Monday, May 01, 2006

A Lesson In Reading Between The Lines

This was a fairly innocuous story, as stories go:
Suozzi pushes gay bill revote

Newsday Staff Writer

April 30, 2006

Nassau County Executive Thomas Suozzi, who did not offer support for a domestic partnership registry bill narrowly defeated last week in the county legislature, promised he will try to get another vote on the measure.

"No I didn't lobby for it," he admitted on TV yesterday. "I thought it was going to pass." Suozzi, who is seeking the Democrat Party nomination for governor, told viewers of the WCBS-TV interview show "Kirtzman and Company" that he would urge lawmakers to bring the measure up again for a vote.

In the past, Suozzi has said he opposes gay marriage, but supports giving gay couples some legal rights, such as access to their partner in a medical crisis, something the registry would have provided.

Suozzi spokesman Bruce Nyman said yesterday that Suozzi's position was clear. "He always was in favor of the registry," Nyman said. "The only reason he didn't intervene was that he had assurances from the Democratic leadership that the bill was going to pass."

The nine members of the legislature's Republican minority voted against the bill. Of the 10 Democrats, one voted against it and one abstained.

Legis. Joseph Scannell (D-Baldwin) voted for the bill in committee in April, but against it last Monday. He has said he cast the "no" vote because he is Catholic and his district is heavily Catholic.
OK, so the County Executive screwed up, and now he's got the embarassing task of re-voting a bill that he wanted passed in the first place.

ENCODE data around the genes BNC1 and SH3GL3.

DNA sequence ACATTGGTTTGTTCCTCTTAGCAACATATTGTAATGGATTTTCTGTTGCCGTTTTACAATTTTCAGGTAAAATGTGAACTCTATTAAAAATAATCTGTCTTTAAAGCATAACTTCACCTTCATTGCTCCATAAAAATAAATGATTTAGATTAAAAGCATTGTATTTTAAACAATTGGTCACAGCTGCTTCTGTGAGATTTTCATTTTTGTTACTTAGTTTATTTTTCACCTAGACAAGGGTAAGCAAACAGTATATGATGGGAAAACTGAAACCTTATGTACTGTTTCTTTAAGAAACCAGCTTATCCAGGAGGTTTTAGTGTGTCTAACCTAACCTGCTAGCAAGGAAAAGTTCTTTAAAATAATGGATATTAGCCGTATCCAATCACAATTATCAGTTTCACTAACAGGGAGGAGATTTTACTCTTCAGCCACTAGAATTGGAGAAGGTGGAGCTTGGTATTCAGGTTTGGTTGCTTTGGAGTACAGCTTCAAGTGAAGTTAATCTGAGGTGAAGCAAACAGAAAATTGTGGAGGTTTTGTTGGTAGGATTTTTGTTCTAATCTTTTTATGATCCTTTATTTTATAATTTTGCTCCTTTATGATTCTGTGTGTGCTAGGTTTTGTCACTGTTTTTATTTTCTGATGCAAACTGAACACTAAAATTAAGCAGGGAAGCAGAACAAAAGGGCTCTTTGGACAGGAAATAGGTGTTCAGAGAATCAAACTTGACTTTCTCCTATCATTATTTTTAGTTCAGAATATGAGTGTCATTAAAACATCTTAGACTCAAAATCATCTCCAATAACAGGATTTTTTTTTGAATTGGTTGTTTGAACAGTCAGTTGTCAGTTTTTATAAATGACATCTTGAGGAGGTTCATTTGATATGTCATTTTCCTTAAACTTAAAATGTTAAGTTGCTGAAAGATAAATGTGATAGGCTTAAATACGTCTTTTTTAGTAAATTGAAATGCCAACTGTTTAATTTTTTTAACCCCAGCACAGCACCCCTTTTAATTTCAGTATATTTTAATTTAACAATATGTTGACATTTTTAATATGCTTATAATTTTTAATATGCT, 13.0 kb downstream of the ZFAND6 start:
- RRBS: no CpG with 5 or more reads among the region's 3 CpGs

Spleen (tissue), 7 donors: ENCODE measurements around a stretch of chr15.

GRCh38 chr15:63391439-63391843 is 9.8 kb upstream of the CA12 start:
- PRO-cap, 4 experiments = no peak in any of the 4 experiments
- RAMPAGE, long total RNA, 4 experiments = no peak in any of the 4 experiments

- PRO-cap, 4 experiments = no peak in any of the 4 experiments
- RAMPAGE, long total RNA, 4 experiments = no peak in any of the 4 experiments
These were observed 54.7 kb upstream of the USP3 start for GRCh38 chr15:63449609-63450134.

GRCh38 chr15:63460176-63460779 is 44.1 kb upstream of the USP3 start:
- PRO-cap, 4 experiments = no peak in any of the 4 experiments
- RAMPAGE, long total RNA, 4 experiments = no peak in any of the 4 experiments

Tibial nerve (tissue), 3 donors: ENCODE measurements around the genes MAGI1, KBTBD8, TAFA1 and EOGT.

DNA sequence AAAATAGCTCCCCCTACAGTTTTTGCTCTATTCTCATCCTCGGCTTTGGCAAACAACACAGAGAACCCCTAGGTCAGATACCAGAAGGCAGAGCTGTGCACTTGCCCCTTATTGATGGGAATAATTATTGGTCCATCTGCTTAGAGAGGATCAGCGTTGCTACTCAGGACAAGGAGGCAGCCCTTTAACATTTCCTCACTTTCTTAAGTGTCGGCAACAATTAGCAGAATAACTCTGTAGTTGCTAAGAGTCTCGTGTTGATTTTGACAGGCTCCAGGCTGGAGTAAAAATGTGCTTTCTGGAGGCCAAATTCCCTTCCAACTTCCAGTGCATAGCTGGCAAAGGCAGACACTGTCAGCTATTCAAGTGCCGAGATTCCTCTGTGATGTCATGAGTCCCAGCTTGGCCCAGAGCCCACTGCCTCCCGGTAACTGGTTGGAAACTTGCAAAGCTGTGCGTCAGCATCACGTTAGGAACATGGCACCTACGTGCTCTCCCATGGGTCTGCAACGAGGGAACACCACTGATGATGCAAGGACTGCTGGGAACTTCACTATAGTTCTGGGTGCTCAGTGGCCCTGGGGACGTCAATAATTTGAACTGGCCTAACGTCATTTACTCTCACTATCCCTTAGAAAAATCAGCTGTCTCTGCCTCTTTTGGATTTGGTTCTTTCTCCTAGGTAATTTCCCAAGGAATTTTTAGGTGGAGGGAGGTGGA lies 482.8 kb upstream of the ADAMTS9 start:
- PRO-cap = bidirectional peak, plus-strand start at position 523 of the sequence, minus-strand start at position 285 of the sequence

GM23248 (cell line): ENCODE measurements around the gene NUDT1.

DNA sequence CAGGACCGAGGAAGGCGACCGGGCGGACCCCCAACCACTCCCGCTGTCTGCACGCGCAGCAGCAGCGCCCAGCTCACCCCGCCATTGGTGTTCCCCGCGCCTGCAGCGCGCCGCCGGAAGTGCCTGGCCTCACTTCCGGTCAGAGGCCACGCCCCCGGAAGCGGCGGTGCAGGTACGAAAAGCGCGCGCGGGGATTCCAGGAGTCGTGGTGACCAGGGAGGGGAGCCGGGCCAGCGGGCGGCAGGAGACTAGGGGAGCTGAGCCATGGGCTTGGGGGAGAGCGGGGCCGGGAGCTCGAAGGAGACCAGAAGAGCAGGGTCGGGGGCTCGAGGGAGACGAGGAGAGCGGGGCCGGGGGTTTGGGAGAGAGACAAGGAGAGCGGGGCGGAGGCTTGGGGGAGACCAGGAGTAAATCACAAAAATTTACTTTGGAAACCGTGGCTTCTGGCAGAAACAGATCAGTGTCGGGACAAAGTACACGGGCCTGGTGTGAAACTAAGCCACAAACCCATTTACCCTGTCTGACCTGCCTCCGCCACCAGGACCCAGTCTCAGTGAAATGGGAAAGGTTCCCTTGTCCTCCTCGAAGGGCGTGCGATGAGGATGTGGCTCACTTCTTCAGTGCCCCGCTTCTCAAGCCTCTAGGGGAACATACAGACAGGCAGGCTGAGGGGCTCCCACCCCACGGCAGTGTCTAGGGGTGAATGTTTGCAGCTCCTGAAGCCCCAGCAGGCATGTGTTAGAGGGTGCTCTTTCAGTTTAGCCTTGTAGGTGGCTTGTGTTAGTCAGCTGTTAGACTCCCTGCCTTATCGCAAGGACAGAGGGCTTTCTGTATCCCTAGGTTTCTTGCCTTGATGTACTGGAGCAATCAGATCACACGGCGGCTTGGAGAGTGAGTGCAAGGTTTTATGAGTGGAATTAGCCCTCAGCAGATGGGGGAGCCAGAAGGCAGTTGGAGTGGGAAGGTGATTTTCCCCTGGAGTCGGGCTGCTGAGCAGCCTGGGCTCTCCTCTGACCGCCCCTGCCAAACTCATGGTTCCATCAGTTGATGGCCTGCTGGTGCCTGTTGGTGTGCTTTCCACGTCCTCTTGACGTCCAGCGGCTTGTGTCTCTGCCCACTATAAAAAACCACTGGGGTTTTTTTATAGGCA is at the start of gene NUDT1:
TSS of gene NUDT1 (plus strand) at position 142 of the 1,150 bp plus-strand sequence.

Well, not so fast now. Let's take a look at the context: first, note that he is a candidate, albeit a dark horse, for the Democratic gubernatorial nomination. Next, look at the fact that this is a political machine that he has engineered over the past several years to dominate Nassau County politics, which because of its suburban demographic, has tended to skew more conservative than New York City, to the point that several moderate Republicans have been County Exec in the past. This machine of his is (or maybe I should say, was) poised to bring down Congressman Peter King, a hard-line, hard-nose Republican and strong Bush backer.

His struggling candidacy for governor is far oversahdowed by Eliot Spitzer, who should win the nomination and the general election in a walk. Suozzi's best bet in this campaign would be to run hard, run a little right of Spitzer (hard, because while Eliot is clearly liberal, he's also got some chops as a prosecutor, which automatically makes him attractive to more conservative elements), and don't screw up, so that in the unlikely event of a Spitzer stumble this year, he could run in four years as the nominee-apparent, or even challenge for Chuck Schumer's Senate seat in 2008.

The one thing Suozzi cannot afford is to be seen as ineffective, or worse, managing a bunch of rebellious little children, an impression the Republicans have managed to raise with this stunt (right....Scannell changed his vote for his district...) and past stunts regarding the leadership of the county board.

The clue to all this?
During the show, Suozzi also predicted that despite poor poll numbers and weak intraparty support, he would win the party's nomination for governor. Later in the show, in a separate interview, Assembly Speaker Sheldon Silver, a supporter of Attorney General Eliot Spitzer -- the Democratic party's front-runner for the nomination for governor -- dismissed Suozzi's efforts to petition his way onto the primary ballot.

"There will be more powerful Democrats in office after November's election," Silver said. "Fortunately Tom Suozzi will not be among them."
Emphasis added, but hardly needed.

Talk about being slapped down!